Keep motivation intrinsic
Young children are generally motivated to learn about everything. Unless they have been made fun of regularly, when investigating or presenting their knowledge, they usually have a strong desire to find out and share information.
One of the best teaching methods is to motivate children by modeling enthusiasm and curiosity. Motivation comes from within (intrinsic) and from outside (extrinsic). Making too much fuss of any one child can result in a competitive attitude in the class. Model curiosity and asking questions about the topics studied.
Reinforce thinking processes rather than praising the child. Try, “That is an interesting way that you sorted your blocks. Tell me what you were thinking.” Then, “Sarah sorted her blocks in a different way. Both ways of sorting are interesting.”
Have children describe or share their new knowledge regularly
When children have an opportunity to communicate their new knowledge to patient adults it helps solidify concepts. It often takes children time to find the correct words to explain their thinking.
- Supply the students with descriptive words as they are playing or working, e.g. “Notice how dull those rocks are, the other ones are shiny”. This extends their vocabulary and increases their ability to share new discoveries.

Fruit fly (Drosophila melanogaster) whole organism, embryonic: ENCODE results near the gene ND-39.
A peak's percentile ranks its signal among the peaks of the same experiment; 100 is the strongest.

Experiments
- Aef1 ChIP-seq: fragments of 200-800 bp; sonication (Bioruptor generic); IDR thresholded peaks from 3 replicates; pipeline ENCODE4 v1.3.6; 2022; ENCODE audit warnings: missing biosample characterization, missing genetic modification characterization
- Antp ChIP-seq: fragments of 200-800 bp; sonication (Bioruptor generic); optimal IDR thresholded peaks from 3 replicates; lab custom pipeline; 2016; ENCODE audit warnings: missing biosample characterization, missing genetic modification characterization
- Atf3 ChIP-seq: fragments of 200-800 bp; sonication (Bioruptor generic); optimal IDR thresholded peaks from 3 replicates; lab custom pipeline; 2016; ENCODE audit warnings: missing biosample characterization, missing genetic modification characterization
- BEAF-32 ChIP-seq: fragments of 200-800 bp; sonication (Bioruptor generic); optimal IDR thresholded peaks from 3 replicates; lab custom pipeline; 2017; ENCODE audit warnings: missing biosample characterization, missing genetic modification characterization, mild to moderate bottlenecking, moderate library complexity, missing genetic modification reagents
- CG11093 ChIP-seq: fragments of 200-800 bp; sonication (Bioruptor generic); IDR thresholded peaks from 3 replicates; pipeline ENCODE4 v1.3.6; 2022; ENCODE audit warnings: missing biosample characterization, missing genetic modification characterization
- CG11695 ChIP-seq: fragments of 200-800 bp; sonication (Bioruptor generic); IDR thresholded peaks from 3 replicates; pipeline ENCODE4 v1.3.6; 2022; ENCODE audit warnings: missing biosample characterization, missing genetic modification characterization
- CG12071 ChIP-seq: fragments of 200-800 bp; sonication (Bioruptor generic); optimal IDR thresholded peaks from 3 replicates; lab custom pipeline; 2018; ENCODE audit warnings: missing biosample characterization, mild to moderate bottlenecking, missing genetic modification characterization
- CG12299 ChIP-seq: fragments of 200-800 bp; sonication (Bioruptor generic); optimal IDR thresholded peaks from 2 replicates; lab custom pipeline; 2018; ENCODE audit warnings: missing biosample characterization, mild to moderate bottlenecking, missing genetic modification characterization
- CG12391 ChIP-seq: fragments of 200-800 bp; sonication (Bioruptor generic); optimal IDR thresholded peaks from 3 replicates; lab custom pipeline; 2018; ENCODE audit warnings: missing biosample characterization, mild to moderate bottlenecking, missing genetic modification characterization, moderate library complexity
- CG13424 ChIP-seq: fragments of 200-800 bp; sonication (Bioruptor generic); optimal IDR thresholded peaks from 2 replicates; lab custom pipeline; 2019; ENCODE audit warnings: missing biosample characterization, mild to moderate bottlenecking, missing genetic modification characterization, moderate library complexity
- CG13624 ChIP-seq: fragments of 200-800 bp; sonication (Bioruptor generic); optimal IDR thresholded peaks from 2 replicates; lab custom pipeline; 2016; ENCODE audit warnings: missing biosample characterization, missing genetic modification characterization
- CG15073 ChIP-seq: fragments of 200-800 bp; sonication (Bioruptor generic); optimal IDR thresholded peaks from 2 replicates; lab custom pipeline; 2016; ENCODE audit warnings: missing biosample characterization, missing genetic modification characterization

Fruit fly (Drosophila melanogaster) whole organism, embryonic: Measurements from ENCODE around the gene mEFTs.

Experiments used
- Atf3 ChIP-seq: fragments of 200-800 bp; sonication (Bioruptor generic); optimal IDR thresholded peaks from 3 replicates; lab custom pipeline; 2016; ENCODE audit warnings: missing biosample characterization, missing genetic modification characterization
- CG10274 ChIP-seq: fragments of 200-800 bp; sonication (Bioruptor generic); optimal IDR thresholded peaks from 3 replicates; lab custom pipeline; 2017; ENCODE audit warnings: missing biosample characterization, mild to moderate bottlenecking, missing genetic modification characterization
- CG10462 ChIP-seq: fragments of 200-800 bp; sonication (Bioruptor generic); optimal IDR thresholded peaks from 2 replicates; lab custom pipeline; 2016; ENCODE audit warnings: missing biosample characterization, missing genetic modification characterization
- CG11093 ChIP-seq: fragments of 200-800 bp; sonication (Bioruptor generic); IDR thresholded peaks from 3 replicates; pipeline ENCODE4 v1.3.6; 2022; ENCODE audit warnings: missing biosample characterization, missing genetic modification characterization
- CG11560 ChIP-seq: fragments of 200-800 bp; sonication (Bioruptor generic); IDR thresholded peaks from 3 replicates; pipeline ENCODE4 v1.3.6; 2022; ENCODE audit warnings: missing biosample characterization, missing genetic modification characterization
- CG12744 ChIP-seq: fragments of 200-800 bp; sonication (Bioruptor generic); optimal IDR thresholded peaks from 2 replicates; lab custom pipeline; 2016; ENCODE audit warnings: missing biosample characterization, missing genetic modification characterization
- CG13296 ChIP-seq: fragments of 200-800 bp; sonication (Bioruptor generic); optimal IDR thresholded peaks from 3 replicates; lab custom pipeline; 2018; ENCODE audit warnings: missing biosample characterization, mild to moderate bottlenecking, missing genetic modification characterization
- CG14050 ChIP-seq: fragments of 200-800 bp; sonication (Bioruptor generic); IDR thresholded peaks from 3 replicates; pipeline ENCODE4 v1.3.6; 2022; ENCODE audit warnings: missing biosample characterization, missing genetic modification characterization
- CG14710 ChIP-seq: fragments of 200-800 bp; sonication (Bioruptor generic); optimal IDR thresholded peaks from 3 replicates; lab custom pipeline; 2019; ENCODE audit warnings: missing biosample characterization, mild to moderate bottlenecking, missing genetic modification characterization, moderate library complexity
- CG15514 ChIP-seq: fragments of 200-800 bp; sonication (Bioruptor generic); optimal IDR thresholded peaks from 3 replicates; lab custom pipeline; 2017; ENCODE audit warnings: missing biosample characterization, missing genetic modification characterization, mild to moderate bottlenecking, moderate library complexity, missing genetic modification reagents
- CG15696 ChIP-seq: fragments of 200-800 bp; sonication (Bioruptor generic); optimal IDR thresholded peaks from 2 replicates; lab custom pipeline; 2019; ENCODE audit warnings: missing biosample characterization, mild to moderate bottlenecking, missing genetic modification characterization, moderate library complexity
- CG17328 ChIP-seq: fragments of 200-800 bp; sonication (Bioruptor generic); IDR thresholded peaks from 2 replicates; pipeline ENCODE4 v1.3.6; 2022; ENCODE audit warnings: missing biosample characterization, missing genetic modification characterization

Remember that children need to be active
If kindergarten students have been sitting still too long, they will quickly let you know when it’s time to move.
- Well-planned, interesting learning plans fail if the children need a break.
- Go for walks around the school, jump up and down, act out a story, do anything that gets the blood pumping around. It results in good circulation and more alert studentsScheduling lots of movement breaks throughout the day is an invaluable best teaching practice.
Be Sensitive to Children’s Needs
One thing I learned early in my teaching career is that learning doesn’t happen if a child is over tired, hungry, upset, scared or worried. Learning to be flexible and understanding with young children is a skill that will serve you well in your educational career. At times, children need to get away from everyone and be left alone.
A small space, such as under your desk, works well for some students who are too overwhelmed by home or other circumstances, to cope with their peers or their teacher.
If a student is hungry, it’s easier to let her eat part of her lunch early or to provide a snack, than to try to force the child to concentrate on a task until the scheduled eating time.
Inexperienced teachers sometimes misinterpret a child’s unwillingness to participate as stubbornness or bad behavior. It’s good to remember…
- That children often do not have the vocabulary to express themselves.
- To use reflective listening to help children understand what is upsetting them.
- That sometimes children work well in groups and this helps them learn to share and develop ideas and at other times they need to be alone with ample time to figure things out.
- To relax and have fun with your students!
Maintain a classroom atmosphere of warmth and acceptance.For some kindergarten children, your classroom will be one of the few places where their opinions and ideas have been heard and valued.